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Old 21-06-2012, 22:56   #1
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Mono vs. Multi - Sailing Ability

I've done some thinking and reading on this recently, and have hit on what I think may be a real revelation about this.

We often see the debate of sailability of monohulls over multihulls, but I think this is severely mistaken thinking, which likely explains why the conversations never get anywhere.

I'd be interested here yays and nays on this theory:

I believe that, if a given monohull were constructed to the same feature levels of a given catamaran, it would likely point just as poorly or possibly worse than the catamaran.

Using a typical charter cat as an example, what if a monohull were built to the same standard
- a large, brightly lit topdeck saloon
- a short, long keel to reduce draft
- sufficiently sized to produce similar interior space and comfort
- otherwise equally rigged in all similar respects

Such a boat, with high windage on the topdeck cabin, and a short keel, and a wide, rounded beam would probably do no better than 45 degrees to the wind, and likely at a slow speed to boot!

Conversely, if a catamaran were built to a monohull standard:
- Deep keels, possible with retractable keels/boards
- Low, streamlined deck with only stepdown cabin in the hulls
- Narrow low hulls designed to optimize speed and reduce windage

Then wouldn't this catamaran point just as well as the comparable monohull? And given the lack of a heavy underwater ballast, likely outperform progress over ground, even if it did point slightly below?

If this theory is right, then there is no real "monohull vs catamaran" debate to be had. It might spoil some people's fun, but it seems that this is really about high-windage small-keel boats vs low-windage deep-keel boats, whether multi or mono!

Anyway, I'd like opinions as to whether I'm all wet on this or not.
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Old 21-06-2012, 23:04   #2
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Re: Mono vs. Multi - Sailing Ability

I think these Cat verses Mono posts create a 'storm in a tea cup'. I love seeing people out in thier boats whatever it may be ... just having good fun. I REALLY do not buy into this whole mono points better than cat thing ... just today we outpointed one sailing to Deadmans Bay in BVI ... the sailor came up to me, shook me by the hand and said he could not believe how much higher I got to wind than he could. I think it's how the boat is balanced and I would be more than happy to be proved wrong as we do not sail to win races ... we sail to get to places I equally enjoy sailing with my buddies on thier mono hulls but as I said ... I do not buy into the higher pointing ability of a mono verses a cat!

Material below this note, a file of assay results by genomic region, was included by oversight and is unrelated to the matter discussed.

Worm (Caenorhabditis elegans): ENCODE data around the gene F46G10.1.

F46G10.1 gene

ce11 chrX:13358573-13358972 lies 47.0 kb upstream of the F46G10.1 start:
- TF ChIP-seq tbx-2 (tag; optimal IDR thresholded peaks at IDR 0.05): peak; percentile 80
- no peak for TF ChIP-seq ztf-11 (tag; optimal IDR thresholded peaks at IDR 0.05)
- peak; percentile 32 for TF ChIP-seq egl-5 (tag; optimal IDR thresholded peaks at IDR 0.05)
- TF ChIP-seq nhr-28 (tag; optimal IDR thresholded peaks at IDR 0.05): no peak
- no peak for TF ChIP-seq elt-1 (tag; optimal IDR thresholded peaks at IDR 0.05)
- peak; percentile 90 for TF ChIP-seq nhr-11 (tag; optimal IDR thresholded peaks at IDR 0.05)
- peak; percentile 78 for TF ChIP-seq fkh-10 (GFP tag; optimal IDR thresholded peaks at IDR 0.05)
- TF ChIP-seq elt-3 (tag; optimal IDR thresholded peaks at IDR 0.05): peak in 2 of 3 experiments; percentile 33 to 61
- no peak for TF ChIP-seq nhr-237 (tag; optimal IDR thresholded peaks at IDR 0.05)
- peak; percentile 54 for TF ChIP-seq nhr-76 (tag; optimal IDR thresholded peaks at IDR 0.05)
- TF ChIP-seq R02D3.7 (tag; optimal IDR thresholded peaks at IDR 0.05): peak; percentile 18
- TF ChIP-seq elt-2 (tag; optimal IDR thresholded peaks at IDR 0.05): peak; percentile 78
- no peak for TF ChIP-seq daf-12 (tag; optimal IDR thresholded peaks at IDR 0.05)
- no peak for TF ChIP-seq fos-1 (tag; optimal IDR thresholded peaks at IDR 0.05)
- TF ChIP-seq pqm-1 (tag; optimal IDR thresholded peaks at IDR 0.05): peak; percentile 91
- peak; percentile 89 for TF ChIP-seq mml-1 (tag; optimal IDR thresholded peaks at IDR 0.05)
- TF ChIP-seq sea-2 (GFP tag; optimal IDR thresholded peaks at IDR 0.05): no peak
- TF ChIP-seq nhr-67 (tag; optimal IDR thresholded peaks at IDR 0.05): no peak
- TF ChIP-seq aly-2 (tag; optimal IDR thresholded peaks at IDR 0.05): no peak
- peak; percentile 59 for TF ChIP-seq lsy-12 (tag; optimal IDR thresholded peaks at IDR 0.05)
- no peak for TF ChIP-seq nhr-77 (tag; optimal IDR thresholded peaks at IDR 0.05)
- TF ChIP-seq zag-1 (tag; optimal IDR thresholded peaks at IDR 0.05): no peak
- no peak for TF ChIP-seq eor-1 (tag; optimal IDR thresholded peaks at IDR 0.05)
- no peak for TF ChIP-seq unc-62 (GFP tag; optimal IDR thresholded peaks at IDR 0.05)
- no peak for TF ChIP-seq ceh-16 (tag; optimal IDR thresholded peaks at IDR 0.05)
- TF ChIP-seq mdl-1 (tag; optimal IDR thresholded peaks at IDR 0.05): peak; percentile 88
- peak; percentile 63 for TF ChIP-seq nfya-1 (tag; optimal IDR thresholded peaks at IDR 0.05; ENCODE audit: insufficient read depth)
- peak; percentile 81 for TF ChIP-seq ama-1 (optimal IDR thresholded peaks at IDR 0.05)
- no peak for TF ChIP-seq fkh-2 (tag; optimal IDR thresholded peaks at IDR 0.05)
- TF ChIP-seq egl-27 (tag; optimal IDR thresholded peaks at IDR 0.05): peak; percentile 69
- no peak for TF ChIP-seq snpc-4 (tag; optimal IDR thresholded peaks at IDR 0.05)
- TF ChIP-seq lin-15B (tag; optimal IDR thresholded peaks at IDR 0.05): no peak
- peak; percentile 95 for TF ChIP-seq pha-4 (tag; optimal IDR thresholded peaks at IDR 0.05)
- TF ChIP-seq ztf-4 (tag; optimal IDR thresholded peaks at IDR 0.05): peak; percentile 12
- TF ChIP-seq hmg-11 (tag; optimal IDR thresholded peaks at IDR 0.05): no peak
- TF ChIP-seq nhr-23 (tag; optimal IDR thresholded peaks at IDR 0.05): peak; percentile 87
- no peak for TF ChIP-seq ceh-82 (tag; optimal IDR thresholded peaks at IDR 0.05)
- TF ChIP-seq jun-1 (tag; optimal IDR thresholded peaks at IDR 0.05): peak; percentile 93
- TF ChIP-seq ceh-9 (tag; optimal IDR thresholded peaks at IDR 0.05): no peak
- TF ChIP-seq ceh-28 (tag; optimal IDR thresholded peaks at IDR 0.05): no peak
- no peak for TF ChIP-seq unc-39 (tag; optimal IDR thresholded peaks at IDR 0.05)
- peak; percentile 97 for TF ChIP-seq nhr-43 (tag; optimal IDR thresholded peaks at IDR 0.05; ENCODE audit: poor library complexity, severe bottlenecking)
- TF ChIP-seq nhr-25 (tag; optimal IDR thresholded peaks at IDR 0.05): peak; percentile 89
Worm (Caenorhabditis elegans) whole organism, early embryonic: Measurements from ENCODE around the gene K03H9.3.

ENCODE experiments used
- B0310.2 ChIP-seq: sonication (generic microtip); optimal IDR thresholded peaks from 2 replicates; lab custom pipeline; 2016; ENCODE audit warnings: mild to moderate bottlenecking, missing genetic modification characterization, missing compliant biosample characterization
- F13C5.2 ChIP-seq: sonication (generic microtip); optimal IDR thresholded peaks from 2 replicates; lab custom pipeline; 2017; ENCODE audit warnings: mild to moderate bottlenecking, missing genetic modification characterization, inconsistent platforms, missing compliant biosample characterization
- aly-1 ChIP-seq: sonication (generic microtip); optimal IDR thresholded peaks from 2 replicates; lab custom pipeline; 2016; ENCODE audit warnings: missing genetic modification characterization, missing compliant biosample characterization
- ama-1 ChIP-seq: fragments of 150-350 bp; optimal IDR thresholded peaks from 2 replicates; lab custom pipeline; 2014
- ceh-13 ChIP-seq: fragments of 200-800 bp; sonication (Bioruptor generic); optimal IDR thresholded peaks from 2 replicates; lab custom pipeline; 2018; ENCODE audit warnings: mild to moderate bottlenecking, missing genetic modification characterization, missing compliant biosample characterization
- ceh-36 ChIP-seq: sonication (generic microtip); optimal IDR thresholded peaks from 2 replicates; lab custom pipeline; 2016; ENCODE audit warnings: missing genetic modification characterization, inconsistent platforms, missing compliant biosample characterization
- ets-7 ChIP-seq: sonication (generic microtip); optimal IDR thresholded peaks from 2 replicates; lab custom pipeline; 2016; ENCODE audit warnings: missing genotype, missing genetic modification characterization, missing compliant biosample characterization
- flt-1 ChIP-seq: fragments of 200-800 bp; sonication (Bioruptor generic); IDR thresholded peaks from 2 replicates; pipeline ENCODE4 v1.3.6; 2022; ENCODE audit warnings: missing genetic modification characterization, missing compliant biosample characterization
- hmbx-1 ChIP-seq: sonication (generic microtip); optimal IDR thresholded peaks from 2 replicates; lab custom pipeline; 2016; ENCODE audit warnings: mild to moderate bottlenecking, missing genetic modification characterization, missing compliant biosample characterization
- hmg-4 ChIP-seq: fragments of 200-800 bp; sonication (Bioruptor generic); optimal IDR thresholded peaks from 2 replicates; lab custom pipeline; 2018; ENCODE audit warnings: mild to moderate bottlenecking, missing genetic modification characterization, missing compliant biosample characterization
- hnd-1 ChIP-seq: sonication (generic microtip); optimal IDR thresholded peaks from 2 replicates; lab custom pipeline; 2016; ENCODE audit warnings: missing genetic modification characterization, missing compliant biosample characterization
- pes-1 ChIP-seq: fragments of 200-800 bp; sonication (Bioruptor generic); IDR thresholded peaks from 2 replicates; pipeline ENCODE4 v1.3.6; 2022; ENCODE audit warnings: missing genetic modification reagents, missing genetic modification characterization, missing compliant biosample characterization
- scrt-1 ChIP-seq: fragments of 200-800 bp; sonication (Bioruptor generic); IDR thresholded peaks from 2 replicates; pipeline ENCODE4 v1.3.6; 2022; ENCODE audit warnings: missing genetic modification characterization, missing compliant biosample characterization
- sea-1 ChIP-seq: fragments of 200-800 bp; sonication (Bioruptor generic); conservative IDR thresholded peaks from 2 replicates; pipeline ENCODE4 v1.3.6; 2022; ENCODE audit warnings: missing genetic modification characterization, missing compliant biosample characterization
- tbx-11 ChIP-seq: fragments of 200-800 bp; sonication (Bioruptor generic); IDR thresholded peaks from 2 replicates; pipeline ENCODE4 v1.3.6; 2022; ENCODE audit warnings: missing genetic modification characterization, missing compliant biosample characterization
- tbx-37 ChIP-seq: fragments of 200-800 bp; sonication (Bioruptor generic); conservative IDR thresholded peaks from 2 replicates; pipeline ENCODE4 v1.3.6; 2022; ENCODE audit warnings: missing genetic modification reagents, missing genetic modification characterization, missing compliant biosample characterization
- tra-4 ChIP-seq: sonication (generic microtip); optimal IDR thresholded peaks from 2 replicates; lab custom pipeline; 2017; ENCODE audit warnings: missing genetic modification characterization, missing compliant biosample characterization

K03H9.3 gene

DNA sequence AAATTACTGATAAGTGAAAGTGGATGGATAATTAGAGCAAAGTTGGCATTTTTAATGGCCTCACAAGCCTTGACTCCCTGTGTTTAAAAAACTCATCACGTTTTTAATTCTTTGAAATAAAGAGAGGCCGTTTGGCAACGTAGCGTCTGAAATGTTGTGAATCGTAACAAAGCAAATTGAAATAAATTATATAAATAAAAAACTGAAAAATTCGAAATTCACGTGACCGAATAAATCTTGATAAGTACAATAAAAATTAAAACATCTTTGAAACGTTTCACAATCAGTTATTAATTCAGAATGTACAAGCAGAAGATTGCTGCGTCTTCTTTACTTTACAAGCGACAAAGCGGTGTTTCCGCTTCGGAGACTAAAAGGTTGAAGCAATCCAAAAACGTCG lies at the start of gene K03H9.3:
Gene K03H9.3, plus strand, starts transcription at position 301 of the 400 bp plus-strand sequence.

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Old 21-06-2012, 23:12   #3
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Re: Mono vs. Multi - Sailing Ability

The term sailability probably has as many definitions and weighting as to what is important as there are boat designs. Sailability depends on who ya ask.
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Old 21-06-2012, 23:16   #4
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Re: Mono vs. Multi - Sailing Ability

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Originally Posted by ArtM View Post
Anyway, I'd like opinions as to whether I'm all wet on this or not.
Yes, I think you're all wet on this.

Spend some time in a beach cat, and you will soon discover the holes in your theory.
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Old 21-06-2012, 23:21   #5
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Re: Mono vs. Multi - Sailing Ability

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Yes, I think you're all wet on this.

Spend some time in a beach cat, and you will soon discover the holes in your theory.
What would be an example of a "beach cat", and what would be a comparable monohull to sail-test against it?
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Old 21-06-2012, 23:22   #6
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Re: Mono vs. Multi - Sailing Ability

Do you mean like a Hobie 14 or 16? Or do you mean a beach cat with daggerboards and very fast hulls?..like a Tornado or Class D cat? I don't think there is any monohull that a class D cat cannot beat to a weather mark. Off the wind and its no contest. I think the OP meant more the latter than the former.

Design it right and it can be extremely fast on all points of sail.
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Old 21-06-2012, 23:26   #7